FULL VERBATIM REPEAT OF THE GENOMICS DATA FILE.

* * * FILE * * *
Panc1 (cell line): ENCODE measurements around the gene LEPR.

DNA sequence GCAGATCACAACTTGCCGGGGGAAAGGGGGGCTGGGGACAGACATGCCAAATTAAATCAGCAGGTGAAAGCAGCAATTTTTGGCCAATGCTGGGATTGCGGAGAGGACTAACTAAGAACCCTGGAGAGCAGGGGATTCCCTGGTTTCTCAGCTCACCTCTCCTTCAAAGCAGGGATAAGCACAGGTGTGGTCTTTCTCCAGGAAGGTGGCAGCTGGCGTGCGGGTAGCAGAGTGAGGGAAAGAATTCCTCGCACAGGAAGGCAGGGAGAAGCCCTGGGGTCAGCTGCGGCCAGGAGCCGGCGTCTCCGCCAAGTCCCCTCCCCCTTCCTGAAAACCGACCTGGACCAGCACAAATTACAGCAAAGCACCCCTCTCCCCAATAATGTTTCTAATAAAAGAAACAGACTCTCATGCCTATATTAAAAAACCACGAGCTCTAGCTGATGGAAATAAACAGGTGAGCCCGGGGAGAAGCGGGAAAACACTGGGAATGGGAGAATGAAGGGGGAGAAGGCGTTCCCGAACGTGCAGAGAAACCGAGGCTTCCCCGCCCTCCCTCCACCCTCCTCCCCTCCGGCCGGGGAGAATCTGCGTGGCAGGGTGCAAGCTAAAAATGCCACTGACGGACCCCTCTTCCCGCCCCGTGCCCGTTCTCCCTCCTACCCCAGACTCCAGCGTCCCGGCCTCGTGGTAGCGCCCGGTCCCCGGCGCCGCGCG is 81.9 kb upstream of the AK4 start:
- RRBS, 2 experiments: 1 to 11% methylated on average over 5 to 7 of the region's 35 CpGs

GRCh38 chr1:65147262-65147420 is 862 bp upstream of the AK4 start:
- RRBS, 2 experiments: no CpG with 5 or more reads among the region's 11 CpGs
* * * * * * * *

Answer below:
Panc1 (cell line): ENCODE measurements around the gene LEPR.

DNA sequence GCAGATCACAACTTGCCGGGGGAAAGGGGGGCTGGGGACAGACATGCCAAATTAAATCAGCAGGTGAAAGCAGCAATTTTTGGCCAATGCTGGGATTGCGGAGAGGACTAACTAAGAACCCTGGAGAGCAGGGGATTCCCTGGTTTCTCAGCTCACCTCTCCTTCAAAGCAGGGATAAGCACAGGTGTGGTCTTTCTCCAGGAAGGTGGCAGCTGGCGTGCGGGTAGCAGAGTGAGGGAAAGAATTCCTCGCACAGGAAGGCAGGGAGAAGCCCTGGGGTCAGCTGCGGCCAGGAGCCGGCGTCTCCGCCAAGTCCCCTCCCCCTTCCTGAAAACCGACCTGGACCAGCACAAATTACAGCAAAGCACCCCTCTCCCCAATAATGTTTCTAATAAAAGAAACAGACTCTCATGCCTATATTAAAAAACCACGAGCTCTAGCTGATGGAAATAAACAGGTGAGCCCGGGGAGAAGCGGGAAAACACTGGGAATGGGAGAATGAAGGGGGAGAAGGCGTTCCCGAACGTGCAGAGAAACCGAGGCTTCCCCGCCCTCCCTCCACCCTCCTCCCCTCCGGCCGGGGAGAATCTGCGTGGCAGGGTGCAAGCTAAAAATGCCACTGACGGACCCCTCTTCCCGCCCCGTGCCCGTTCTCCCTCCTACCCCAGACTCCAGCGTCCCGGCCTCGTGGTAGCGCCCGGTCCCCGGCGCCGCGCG is 81.9 kb upstream of the AK4 start:
- RRBS, 2 experiments: 1 to 11% methylated on average over 5 to 7 of the region's 35 CpGs

GRCh38 chr1:65147262-65147420 is 862 bp upstream of the AK4 start:
- RRBS, 2 experiments: no CpG with 5 or more reads among the region's 11 CpGs